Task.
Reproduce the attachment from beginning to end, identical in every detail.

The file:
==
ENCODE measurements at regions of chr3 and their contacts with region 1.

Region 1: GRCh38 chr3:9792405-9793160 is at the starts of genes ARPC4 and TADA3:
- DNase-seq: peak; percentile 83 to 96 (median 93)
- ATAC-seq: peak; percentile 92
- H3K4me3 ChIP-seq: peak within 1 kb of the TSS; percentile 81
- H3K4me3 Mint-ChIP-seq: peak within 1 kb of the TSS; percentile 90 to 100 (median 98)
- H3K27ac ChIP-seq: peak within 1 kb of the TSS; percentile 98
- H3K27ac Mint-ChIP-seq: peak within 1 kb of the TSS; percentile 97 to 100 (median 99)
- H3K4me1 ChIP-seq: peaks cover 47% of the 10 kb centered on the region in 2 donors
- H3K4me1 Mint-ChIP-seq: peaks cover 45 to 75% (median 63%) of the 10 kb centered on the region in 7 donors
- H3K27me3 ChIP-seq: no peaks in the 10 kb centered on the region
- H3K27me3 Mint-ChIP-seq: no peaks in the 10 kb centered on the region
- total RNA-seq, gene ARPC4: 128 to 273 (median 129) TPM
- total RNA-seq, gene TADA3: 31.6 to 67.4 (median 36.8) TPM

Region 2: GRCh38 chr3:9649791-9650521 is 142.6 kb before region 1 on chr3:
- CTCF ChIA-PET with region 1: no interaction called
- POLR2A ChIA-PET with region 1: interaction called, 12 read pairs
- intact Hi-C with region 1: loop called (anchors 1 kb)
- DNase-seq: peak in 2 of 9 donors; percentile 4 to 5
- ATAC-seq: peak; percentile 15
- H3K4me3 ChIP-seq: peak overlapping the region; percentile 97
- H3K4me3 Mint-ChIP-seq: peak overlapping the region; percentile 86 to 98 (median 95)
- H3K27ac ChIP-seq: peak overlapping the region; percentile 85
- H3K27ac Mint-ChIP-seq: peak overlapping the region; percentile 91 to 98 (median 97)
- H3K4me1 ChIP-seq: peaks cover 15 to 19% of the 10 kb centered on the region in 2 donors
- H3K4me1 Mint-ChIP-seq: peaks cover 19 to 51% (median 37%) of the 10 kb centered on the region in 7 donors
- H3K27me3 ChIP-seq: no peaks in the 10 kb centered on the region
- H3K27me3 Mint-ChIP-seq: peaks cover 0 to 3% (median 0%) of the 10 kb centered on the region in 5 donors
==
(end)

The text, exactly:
ENCODE measurements at regions of chr3 and their contacts with region 1.

Region 1: GRCh38 chr3:9792405-9793160 is at the starts of genes ARPC4 and TADA3:
- DNase-seq: peak; percentile 83 to 96 (median 93)
- ATAC-seq: peak; percentile 92
- H3K4me3 ChIP-seq: peak within 1 kb of the TSS; percentile 81
- H3K4me3 Mint-ChIP-seq: peak within 1 kb of the TSS; percentile 90 to 100 (median 98)
- H3K27ac ChIP-seq: peak within 1 kb of the TSS; percentile 98
- H3K27ac Mint-ChIP-seq: peak within 1 kb of the TSS; percentile 97 to 100 (median 99)
- H3K4me1 ChIP-seq: peaks cover 47% of the 10 kb centered on the region in 2 donors
- H3K4me1 Mint-ChIP-seq: peaks cover 45 to 75% (median 63%) of the 10 kb centered on the region in 7 donors
- H3K27me3 ChIP-seq: no peaks in the 10 kb centered on the region
- H3K27me3 Mint-ChIP-seq: no peaks in the 10 kb centered on the region
- total RNA-seq, gene ARPC4: 128 to 273 (median 129) TPM
- total RNA-seq, gene TADA3: 31.6 to 67.4 (median 36.8) TPM

Region 2: GRCh38 chr3:9649791-9650521 is 142.6 kb before region 1 on chr3:
- CTCF ChIA-PET with region 1: no interaction called
- POLR2A ChIA-PET with region 1: interaction called, 12 read pairs
- intact Hi-C with region 1: loop called (anchors 1 kb)
- DNase-seq: peak in 2 of 9 donors; percentile 4 to 5
- ATAC-seq: peak; percentile 15
- H3K4me3 ChIP-seq: peak overlapping the region; percentile 97
- H3K4me3 Mint-ChIP-seq: peak overlapping the region; percentile 86 to 98 (median 95)
- H3K27ac ChIP-seq: peak overlapping the region; percentile 85
- H3K27ac Mint-ChIP-seq: peak overlapping the region; percentile 91 to 98 (median 97)
- H3K4me1 ChIP-seq: peaks cover 15 to 19% of the 10 kb centered on the region in 2 donors
- H3K4me1 Mint-ChIP-seq: peaks cover 19 to 51% (median 37%) of the 10 kb centered on the region in 7 donors
- H3K27me3 ChIP-seq: no peaks in the 10 kb centered on the region
- H3K27me3 Mint-ChIP-seq: peaks cover 0 to 3% (median 0%) of the 10 kb centered on the region in 5 donors